The growing stream of articles on and consulting approaches to knowledge management practice today reveals a wide range of recommended processes and techniques. Unfortunately -- especially for managers looking for insights to guide knowledge management practices -- many of these recommendations often seem disconnected from each other, and in the worst cases, various recommended approaches even seem to be
Knowledge is a valuable thing – something we hear all of the time. As Albert Einstein says “the only source of knowledge is experience.” As employees gain experience they gain knowledge, making it a very valuable commodity. In many companies it can be an upwards of one million dollars invested in employees.
Chapter 12 highlights the different reasons for managing knowledge that include the need to respond accurately to globalization as well as rapid change, the need to manage communication and information overload, organizational downsizing, leveraging knowledge in order to gain competitive advantage as well as controlling knowledge embedded within different products in an organization. The author also elaborates how knowledge management can be viewed as a dynamic process, which involves the transfer, capturing, generation, and codification of knowledge. The chapter also asserts that business intelligence utilizes technologies and data to understand business performance.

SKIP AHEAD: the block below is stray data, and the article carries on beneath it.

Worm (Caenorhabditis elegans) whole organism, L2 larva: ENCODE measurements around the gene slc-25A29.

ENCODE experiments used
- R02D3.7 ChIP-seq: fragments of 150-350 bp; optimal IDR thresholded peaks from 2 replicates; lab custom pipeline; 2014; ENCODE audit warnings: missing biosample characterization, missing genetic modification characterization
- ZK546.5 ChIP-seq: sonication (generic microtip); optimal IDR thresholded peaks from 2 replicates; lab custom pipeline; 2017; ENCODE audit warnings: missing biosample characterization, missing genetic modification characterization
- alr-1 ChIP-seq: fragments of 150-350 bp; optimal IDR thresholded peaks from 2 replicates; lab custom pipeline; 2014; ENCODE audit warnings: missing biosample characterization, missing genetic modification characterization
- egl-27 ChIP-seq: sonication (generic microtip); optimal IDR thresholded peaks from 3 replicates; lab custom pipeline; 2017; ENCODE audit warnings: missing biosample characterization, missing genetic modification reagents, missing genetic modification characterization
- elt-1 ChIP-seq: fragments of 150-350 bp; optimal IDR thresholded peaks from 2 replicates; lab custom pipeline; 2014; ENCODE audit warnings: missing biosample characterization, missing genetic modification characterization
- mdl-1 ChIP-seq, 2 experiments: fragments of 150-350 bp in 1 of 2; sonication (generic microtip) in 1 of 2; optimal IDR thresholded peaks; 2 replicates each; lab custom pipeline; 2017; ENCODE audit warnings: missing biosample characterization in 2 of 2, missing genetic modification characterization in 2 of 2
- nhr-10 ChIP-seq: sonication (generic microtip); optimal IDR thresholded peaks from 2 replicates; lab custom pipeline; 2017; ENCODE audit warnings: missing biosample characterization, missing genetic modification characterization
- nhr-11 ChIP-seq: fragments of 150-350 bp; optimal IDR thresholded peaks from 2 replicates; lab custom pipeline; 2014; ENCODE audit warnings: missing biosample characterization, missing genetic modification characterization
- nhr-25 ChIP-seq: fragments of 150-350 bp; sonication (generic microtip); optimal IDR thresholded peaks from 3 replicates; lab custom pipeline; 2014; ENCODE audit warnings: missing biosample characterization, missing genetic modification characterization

Knowledge management can be very essential to people in leadership positions that is required to make executive decisions on behalf of a company or organization. However, it is necessary for individuals holding such position to have a thorough understanding of the knowledge management process. Therefore, this paper discusses the best practices for creating and implementing a knowledge management project and discuss measurements, metrics and potential resources for data exists and how each are incorporated into the design of a system.